I will be posting a series of PowerCLI / Powershell cmdlets to assist with vSAN Day-2 operations. There is plenty out there for creating new clusters, but not much around for helping to troubleshoot / support production environments. Some of these have come from VMworld Europe Hackathon I recently attended in Europe which was a blast! I’ll do my best to credit others who helped contribute to the creation of these cmdlets also!

The first I created Get-VSANObjectHealth is to help obtain a state of the objects in a vSAN cluster. This is a great way to validate how things are in the environment, as it will give you the different status of objects, particularly if they are degraded or rebuilding. The idea of this cmdlet was to integrate into our host remediation script so I could verify that all the objects are healthy prior to moving onto the next host. I trust this verification in PowerCLI more so than VUM attempting to put a host into maintenance and then getting stuck.

Code is below and also posted on GitHub Here

Function Get-VSANObjectHealth {
        Obtain object health for vSAN Cluster
        This function performs an object health report for a vSAN Cluster
        .PARAMETER VsanCluster
        Specifies a vSAN Cluster object, returned by Get-Cluster cmdlet.
        PS C:\> Get-Cluster | Get-VSANObjectHealth
    Param (
      [Parameter(Mandatory, ValueFromPipeline)]
      [Parameter(Mandatory = $false)]
      [Parameter(Mandatory = $false)]
      [Parameter(Mandatory = $false)]
    Begin {
      $vchs = Get-VsanView -Id "VsanVcClusterHealthSystem-vsan-cluster-health-system"
      $VsanVersion = (Get-VsanView -Id "VsanVcClusterHealthSystem-vsan-cluster-health-system").VsanVcClusterQueryVerifyHealthSystemVersions((Get-Cluster).Id) | select VcVersion
    Process {
      if($VsanCluster.VsanEnabled -and $VsanVersion.VcVersion -lt '6.6') {
        $result = $vchs.VsanQueryVcClusterHealthSummary($, $null, $null, $ShowObjectUUIDs, $null, $UseCachedInfo)
        if($result) {
          if($HealthyOnly) {
            $Health = $result.ObjectHealth.ObjectHealthDetail | Where-Object {$_.Health -notlike 'healthy' -and $_.NumObjects -gt 0}
            if($Health) {
              return $false
            } else {
              return $true
          } else {
            return $result.ObjectHealth.ObjectHealthDetail
      elseif ($VsanCluster.VsanEnabled -and $VsanVersion.VcVersion -lt '6.6') {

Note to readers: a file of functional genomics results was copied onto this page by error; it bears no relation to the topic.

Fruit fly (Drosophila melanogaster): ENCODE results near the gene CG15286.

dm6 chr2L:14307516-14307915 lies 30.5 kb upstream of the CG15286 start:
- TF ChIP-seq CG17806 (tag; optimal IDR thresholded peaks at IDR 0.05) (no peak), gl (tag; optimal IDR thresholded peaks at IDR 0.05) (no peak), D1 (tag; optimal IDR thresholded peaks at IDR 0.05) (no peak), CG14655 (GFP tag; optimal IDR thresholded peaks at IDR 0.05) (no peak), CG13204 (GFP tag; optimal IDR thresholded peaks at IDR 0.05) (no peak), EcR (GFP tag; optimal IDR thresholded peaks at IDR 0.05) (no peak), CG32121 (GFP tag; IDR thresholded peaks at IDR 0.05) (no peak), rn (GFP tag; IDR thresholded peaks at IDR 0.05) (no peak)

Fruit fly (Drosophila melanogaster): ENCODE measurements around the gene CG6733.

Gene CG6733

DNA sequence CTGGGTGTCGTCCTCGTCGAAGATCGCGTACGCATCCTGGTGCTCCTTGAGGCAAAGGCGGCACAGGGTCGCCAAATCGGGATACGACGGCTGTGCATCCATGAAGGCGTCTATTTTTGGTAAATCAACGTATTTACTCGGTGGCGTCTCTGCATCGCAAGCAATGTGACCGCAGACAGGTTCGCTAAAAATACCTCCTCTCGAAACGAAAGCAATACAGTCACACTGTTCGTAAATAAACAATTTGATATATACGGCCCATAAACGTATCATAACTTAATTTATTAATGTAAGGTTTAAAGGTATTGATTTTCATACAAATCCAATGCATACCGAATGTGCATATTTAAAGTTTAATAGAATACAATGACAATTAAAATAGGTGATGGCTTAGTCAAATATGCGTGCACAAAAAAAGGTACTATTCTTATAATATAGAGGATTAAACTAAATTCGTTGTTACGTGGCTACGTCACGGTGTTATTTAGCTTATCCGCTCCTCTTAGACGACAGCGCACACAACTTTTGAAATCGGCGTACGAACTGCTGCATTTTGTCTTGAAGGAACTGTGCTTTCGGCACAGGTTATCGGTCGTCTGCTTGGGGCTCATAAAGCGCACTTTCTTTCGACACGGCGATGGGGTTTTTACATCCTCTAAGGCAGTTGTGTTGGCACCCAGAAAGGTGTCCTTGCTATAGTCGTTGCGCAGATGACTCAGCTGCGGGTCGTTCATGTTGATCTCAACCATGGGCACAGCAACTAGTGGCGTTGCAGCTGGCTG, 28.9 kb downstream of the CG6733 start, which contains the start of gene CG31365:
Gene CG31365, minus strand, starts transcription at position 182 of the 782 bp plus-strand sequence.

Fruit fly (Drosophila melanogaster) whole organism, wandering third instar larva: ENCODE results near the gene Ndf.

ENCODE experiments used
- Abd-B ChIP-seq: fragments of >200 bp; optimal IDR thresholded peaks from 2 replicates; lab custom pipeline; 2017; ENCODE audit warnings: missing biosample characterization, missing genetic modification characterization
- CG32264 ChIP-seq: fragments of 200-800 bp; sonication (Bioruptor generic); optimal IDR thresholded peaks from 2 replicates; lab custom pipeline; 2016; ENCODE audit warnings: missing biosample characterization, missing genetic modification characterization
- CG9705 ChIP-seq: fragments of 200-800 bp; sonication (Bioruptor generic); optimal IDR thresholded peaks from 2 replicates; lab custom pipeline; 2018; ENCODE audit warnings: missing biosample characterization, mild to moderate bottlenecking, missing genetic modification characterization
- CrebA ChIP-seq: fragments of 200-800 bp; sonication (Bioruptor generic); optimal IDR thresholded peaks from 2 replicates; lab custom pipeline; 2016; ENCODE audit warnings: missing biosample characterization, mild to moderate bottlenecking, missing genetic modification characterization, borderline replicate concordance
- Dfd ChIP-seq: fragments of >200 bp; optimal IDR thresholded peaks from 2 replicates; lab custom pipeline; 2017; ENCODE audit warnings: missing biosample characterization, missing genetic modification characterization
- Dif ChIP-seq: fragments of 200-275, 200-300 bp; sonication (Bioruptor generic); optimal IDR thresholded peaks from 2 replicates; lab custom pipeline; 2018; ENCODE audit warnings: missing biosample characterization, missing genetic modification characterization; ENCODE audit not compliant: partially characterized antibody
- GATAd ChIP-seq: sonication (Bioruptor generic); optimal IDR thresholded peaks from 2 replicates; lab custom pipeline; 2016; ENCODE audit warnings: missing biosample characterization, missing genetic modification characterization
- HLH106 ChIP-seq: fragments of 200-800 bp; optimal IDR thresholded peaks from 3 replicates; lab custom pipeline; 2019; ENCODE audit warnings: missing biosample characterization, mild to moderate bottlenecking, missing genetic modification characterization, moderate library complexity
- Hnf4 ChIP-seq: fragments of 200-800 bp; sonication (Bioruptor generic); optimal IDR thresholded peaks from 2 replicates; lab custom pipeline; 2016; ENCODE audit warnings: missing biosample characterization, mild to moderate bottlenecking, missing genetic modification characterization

Write-Warning -Message 'vSAN cluster is currently at a version newer than this call allows. Please open an issue:'

How to use:

Get-Cluster VSAN-Cluster-1 | Get-VSANObjectHealth

Get-Cluster VSAN-Cluster-1 | Get-VSANObjectHealth -HealthyOnly

Get-Cluster VSAN-Cluster-1 | Get-VSANObjectHealth -ShowObjectUUIDs

Details on the Switches:

– HealthyOnly
Will only return True if all objects are healthy, else will return False

– ShowObjectUUIDs
Will extend the query to include an array of ObjectUUIDs for each health category. Good if you need to investigate specific objects

– UseCachedInfo
Will use the cached vSAN Health data from the vCenter server rather than forcing an update from the cluster. Great if you need a quick check, but not recommended if you need a current picture of object health (such as just after exiting from Maintenance Mode)

Enjoy and please do let me know (either via comments here or GitHub) if there is any other enhancements you would like to see! More cmdlets to come soon.

Spinning Connecting page on Home Assistant

Something that had been bothering me a little over the past week or so, which I only now just had the time to investigate – is Home Assistant sitting with a spinning connecting logo.

Turns out that the browser elements of the application, and the reason I was getting this is because the script which manages the DNS update of my public IP had stopped!

So if this happens to you – check that you are using the right IP to access your Home Assistant instance!

Luckily things were still working fine in the background.